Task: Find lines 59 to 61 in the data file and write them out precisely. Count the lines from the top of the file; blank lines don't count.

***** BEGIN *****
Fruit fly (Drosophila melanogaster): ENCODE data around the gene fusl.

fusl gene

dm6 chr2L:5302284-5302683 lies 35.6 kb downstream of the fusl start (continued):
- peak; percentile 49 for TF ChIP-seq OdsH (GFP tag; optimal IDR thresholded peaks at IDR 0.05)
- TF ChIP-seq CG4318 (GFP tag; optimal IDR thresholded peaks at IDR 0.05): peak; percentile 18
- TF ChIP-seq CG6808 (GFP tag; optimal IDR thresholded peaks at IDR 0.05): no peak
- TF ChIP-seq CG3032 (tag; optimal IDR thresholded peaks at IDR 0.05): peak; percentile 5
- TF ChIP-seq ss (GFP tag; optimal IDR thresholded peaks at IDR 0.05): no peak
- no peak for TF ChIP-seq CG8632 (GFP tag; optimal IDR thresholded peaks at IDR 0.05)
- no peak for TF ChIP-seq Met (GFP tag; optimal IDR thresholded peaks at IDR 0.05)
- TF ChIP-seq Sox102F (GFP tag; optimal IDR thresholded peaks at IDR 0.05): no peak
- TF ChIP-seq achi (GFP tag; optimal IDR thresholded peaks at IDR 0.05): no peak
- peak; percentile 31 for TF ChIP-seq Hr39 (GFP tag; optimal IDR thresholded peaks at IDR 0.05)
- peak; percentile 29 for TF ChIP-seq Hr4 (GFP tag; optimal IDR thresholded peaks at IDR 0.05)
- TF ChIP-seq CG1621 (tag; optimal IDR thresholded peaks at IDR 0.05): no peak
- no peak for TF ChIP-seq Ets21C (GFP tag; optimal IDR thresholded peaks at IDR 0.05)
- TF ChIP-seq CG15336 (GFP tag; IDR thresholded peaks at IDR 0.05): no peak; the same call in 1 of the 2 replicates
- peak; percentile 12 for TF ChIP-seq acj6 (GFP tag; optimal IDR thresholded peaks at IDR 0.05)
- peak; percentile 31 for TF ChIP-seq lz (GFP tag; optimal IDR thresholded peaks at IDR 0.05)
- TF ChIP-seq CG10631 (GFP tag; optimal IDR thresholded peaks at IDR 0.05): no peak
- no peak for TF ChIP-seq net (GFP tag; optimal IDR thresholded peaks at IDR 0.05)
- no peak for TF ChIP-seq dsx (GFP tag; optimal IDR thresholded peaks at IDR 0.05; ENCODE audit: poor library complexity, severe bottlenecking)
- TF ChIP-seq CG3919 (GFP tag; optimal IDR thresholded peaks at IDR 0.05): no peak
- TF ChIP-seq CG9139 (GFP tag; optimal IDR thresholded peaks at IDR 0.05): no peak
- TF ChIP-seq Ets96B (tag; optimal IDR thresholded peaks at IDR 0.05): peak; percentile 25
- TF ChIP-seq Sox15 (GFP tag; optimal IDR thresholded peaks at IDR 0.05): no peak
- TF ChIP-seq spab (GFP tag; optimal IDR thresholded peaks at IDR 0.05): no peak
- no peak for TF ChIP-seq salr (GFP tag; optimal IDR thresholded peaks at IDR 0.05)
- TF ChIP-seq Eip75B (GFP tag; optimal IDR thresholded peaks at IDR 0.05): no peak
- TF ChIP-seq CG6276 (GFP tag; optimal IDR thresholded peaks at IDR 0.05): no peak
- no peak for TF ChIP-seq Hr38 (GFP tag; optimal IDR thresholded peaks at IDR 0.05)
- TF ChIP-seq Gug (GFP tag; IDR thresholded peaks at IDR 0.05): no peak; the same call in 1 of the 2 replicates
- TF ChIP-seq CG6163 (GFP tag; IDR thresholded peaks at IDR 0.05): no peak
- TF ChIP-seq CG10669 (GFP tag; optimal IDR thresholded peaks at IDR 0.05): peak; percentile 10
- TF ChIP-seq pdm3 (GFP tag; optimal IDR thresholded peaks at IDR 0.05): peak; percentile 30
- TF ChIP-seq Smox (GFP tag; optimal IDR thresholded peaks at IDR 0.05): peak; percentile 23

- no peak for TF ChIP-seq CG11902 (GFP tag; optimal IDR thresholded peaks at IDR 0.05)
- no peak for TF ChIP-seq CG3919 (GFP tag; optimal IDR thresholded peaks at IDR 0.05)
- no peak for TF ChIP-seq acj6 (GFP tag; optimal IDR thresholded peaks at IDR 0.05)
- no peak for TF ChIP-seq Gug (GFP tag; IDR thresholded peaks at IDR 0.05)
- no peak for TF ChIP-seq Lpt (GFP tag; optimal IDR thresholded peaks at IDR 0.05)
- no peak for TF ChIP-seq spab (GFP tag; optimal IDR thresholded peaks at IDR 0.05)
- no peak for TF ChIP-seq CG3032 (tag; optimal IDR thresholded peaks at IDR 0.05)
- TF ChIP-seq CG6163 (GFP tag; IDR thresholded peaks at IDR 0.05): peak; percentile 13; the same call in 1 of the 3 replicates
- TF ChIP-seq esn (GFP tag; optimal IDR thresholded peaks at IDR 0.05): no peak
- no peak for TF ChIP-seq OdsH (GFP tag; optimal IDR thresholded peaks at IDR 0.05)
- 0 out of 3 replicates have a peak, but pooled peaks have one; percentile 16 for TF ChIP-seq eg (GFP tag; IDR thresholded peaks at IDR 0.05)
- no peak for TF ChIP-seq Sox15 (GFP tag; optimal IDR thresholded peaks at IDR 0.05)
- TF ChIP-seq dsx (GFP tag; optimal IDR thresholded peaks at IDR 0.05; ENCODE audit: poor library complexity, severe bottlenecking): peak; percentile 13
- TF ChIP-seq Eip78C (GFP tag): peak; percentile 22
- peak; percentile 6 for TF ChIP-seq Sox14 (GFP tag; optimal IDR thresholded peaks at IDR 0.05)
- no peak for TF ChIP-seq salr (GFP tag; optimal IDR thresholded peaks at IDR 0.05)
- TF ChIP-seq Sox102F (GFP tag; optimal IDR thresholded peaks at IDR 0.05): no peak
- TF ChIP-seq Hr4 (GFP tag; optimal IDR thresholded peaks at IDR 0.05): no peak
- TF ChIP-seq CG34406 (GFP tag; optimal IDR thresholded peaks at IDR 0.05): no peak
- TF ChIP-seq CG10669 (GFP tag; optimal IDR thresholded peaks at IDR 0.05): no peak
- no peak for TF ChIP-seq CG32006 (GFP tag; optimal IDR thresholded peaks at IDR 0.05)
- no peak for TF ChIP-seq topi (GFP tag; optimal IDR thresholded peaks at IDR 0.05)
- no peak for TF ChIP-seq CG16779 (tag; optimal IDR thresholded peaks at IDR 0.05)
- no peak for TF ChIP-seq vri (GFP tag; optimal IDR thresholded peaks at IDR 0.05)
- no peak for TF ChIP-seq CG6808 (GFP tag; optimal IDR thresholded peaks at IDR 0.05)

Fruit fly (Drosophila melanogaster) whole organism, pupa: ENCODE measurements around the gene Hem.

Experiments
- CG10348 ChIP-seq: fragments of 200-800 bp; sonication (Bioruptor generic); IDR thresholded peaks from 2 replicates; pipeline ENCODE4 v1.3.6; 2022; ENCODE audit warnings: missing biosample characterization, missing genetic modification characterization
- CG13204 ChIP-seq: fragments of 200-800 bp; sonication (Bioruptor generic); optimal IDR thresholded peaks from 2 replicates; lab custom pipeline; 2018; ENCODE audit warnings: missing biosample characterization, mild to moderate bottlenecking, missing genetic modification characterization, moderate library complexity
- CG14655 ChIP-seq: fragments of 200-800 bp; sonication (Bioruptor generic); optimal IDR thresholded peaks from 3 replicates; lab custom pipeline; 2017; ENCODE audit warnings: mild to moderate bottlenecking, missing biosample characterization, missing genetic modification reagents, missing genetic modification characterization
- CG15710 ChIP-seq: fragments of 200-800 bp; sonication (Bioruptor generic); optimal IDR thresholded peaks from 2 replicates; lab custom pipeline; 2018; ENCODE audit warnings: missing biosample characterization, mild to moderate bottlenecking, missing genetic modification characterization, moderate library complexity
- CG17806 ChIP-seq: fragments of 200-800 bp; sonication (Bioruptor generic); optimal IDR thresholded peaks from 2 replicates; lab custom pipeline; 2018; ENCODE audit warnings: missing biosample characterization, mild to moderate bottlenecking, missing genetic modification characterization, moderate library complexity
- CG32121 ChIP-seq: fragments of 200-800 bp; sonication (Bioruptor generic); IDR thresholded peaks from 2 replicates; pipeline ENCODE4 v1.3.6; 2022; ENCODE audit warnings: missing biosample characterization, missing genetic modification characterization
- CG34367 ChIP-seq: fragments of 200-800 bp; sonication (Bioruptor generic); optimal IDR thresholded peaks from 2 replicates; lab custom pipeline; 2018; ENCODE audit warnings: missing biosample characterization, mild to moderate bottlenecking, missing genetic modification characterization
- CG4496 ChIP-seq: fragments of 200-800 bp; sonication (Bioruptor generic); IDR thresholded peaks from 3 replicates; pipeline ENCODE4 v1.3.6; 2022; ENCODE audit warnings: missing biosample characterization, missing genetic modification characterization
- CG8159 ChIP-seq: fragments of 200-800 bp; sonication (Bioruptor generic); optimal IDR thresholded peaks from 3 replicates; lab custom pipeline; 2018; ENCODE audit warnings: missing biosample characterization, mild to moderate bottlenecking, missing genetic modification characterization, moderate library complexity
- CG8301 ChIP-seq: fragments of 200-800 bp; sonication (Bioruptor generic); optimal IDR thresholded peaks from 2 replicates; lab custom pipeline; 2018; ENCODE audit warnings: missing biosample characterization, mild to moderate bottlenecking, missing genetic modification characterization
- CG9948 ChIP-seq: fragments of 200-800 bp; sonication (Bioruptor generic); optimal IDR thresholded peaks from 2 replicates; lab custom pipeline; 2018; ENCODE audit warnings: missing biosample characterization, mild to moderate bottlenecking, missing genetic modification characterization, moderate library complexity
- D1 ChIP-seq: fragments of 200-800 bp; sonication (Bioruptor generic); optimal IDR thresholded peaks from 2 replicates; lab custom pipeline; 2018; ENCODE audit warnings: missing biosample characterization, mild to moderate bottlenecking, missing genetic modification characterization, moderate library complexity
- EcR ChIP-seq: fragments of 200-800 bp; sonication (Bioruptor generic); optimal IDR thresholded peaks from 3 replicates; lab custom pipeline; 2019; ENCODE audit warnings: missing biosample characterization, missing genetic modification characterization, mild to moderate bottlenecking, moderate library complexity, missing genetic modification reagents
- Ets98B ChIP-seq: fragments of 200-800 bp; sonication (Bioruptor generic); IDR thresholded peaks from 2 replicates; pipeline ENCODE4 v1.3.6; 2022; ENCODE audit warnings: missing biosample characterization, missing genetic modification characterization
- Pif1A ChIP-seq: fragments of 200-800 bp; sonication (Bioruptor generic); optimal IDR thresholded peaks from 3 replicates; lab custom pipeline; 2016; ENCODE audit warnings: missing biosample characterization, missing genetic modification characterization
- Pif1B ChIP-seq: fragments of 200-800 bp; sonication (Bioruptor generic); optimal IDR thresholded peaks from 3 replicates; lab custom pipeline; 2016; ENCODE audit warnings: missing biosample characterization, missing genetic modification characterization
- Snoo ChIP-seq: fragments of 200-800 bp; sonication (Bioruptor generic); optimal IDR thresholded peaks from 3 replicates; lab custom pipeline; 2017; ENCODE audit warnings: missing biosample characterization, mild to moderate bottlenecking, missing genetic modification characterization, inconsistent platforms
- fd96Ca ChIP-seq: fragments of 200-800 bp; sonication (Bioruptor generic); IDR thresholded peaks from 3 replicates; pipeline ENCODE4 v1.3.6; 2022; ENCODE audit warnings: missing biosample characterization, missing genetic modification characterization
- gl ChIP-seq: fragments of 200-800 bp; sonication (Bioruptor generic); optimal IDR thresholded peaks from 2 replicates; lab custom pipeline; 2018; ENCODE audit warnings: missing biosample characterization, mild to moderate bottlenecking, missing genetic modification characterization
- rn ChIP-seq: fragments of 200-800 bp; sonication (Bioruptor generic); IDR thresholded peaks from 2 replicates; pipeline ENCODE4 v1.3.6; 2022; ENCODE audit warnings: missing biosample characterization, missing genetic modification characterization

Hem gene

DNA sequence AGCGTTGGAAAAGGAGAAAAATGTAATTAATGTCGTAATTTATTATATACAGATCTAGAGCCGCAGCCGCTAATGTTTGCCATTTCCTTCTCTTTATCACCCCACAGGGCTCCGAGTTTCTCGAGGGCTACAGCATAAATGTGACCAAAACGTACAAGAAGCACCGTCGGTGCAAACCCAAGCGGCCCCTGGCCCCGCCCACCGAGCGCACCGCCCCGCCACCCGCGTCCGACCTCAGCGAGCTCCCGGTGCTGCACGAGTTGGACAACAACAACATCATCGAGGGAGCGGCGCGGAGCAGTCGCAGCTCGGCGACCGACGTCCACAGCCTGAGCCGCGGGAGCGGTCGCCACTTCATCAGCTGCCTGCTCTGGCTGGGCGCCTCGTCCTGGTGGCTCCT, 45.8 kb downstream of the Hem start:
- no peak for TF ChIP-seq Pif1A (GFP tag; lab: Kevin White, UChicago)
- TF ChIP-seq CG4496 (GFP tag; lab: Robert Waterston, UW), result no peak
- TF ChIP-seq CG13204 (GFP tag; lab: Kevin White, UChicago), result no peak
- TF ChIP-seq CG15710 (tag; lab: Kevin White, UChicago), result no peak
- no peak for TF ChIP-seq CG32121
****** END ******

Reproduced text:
- no peak for TF ChIP-seq CG16779 (tag; optimal IDR thresholded peaks at IDR 0.05)
- no peak for TF ChIP-seq vri (GFP tag; optimal IDR thresholded peaks at IDR 0.05)
- no peak for TF ChIP-seq CG6808 (GFP tag; optimal IDR thresholded peaks at IDR 0.05)